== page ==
Fast the innocents fell in fields full of fooled fellowers
fighting for fatherland and Fuhrer’s glory.
Fast forward, shy fourscore, this ferocious fiasco:
fiends still stumbling on vicious lies with glorious goals.
Fooled again, they gather guns and ghoulish gumption,
fermenting death and sorrow from Norway to the states.
Frightening is this horrendous heritage of hate.

I think it would be naive to think hate inspired violence will play itself out. It always astonishes me that the foot soldiers of hate often come from well-educated but overly idealistic and morally weak minions fed on an ideological diet based on fear in which the goal of every meal is racial or religious supremacy.  History shows humanity’s ability to thwart these genocidal-based atrocities is dismal. Right now butchers are in operation in Syria, Mali, Afganistan, Berma and a dozen other countries.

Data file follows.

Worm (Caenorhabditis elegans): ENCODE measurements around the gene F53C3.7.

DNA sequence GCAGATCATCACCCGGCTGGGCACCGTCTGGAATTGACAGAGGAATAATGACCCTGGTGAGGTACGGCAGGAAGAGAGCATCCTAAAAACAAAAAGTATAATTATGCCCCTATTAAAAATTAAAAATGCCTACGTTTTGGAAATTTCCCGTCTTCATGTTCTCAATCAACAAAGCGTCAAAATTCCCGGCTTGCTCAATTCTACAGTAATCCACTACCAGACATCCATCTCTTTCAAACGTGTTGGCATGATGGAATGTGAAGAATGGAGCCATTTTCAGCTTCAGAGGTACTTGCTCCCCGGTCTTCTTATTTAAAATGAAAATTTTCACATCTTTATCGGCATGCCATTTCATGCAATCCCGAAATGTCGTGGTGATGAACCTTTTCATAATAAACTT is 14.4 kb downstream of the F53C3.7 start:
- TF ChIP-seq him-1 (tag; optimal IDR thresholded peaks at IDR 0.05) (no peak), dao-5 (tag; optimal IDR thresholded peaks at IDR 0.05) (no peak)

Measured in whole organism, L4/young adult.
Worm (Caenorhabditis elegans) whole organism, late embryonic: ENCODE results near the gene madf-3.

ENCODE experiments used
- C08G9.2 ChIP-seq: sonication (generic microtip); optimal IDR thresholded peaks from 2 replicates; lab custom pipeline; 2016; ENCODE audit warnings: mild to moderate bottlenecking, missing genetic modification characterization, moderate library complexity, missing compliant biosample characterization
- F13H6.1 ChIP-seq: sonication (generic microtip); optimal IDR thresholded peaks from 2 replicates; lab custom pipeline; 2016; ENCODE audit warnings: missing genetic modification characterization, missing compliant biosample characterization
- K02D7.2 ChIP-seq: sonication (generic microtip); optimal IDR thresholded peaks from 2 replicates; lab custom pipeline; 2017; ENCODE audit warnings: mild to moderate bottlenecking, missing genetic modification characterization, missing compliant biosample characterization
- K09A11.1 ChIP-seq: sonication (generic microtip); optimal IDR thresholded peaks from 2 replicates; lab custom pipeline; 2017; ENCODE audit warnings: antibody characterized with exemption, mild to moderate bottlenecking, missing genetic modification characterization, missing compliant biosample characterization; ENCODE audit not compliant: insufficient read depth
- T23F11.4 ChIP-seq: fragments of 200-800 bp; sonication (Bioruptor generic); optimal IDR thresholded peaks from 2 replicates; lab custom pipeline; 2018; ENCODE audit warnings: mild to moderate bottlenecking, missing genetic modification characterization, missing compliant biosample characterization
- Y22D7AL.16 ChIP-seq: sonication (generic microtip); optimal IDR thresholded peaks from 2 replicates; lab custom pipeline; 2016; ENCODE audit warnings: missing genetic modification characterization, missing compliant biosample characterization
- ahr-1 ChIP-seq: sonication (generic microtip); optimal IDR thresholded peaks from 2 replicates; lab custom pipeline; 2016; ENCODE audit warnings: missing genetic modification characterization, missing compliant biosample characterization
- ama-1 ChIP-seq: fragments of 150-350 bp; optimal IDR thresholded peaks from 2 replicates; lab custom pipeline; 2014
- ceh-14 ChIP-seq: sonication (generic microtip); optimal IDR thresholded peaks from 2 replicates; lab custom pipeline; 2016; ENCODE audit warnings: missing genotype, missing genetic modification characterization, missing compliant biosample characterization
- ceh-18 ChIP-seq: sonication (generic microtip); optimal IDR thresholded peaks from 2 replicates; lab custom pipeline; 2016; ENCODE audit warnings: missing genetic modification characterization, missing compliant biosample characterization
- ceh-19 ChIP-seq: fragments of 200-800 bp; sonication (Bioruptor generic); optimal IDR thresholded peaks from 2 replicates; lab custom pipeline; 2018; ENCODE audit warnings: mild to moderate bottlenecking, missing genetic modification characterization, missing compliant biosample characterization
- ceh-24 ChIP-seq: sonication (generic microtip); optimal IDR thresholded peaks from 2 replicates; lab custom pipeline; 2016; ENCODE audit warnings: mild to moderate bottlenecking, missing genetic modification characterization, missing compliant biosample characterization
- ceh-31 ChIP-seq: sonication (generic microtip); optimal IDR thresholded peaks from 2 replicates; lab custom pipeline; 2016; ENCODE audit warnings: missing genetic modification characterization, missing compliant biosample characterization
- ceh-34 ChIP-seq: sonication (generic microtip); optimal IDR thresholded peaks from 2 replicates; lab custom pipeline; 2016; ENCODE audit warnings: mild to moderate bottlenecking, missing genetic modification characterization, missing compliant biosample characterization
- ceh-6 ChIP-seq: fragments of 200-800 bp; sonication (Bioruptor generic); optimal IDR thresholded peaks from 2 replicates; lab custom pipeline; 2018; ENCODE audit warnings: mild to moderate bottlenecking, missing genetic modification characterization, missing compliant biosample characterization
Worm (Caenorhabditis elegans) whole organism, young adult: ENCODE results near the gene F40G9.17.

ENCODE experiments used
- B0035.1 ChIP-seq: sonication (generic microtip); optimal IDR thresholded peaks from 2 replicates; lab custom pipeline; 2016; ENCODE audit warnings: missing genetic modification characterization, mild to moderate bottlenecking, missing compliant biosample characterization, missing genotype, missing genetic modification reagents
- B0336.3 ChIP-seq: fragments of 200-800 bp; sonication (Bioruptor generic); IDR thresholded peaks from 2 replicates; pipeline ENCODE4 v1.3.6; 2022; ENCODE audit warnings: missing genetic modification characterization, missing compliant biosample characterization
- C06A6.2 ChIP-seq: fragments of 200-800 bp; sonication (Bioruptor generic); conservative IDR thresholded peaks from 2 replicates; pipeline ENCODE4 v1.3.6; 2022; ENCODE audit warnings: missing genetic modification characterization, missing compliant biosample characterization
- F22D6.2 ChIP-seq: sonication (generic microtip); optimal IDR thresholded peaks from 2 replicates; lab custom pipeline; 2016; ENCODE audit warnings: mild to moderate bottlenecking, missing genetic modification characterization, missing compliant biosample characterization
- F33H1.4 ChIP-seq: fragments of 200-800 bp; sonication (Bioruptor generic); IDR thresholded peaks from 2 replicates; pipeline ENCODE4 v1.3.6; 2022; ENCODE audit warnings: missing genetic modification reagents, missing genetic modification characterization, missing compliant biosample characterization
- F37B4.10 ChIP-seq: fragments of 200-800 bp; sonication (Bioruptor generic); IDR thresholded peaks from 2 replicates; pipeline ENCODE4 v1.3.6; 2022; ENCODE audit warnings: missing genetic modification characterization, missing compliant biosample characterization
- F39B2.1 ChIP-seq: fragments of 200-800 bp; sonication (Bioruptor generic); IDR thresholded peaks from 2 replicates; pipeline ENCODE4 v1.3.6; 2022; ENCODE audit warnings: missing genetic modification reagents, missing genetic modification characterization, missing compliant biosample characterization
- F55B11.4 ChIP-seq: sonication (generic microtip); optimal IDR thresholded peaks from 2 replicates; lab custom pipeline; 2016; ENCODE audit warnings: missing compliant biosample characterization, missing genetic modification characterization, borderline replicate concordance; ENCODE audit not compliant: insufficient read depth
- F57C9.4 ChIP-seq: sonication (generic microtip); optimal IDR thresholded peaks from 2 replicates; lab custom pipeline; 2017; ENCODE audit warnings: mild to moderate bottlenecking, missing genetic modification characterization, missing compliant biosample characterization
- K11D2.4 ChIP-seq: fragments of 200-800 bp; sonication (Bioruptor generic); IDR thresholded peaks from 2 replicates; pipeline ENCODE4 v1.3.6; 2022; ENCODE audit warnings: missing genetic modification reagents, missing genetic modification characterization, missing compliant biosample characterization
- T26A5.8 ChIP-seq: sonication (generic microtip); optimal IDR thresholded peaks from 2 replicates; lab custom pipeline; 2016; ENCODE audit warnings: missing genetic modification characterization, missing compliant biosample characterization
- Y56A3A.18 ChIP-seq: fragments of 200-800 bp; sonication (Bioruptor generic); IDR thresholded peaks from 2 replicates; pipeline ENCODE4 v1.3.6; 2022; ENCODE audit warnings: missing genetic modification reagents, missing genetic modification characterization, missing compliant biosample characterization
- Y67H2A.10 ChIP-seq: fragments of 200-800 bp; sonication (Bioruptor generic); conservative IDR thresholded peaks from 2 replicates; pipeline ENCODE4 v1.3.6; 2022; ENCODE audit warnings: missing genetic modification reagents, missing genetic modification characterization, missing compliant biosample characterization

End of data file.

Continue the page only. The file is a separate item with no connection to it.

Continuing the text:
I saw at the opening of the Olympics in which the crowds were a gush singing the old Beatles song, “All we need is love.” Boy, I wish that love was all we did need. I think alongside of love we need a good dose of justice, diplomacy, acceptance, integrity, honor and compassion. A little poetry wouldn’t hurt too.